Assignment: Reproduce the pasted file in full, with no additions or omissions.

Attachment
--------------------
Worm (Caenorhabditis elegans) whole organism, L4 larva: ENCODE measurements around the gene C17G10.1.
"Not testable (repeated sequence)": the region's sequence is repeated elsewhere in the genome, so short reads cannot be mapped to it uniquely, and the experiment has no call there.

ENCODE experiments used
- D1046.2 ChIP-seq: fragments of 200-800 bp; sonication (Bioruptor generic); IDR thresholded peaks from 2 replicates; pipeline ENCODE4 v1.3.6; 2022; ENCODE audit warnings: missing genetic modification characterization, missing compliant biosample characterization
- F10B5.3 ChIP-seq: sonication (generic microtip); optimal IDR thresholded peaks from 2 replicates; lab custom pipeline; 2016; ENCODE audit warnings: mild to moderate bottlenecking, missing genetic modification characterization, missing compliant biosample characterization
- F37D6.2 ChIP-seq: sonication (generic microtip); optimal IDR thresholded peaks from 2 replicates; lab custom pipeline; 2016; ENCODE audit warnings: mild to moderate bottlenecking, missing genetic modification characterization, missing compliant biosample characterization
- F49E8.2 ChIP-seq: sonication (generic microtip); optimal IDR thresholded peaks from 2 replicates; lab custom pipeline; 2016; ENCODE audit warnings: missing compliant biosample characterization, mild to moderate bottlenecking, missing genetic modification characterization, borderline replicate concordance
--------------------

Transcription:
Worm (Caenorhabditis elegans) whole organism, L4 larva: ENCODE measurements around the gene C17G10.1.
"Not testable (repeated sequence)": the region's sequence is repeated elsewhere in the genome, so short reads cannot be mapped to it uniquely, and the experiment has no call there.

ENCODE experiments used
- D1046.2 ChIP-seq: fragments of 200-800 bp; sonication (Bioruptor generic); IDR thresholded peaks from 2 replicates; pipeline ENCODE4 v1.3.6; 2022; ENCODE audit warnings: missing genetic modification characterization, missing compliant biosample characterization
- F10B5.3 ChIP-seq: sonication (generic microtip); optimal IDR thresholded peaks from 2 replicates; lab custom pipeline; 2016; ENCODE audit warnings: mild to moderate bottlenecking, missing genetic modification characterization, missing compliant biosample characterization
- F37D6.2 ChIP-seq: sonication (generic microtip); optimal IDR thresholded peaks from 2 replicates; lab custom pipeline; 2016; ENCODE audit warnings: mild to moderate bottlenecking, missing genetic modification characterization, missing compliant biosample characterization
- F49E8.2 ChIP-seq: sonication (generic microtip); optimal IDR thresholded peaks from 2 replicates; lab custom pipeline; 2016; ENCODE audit warnings: missing compliant biosample characterization, mild to moderate bottlenecking, missing genetic modification characterization, borderline replicate concordance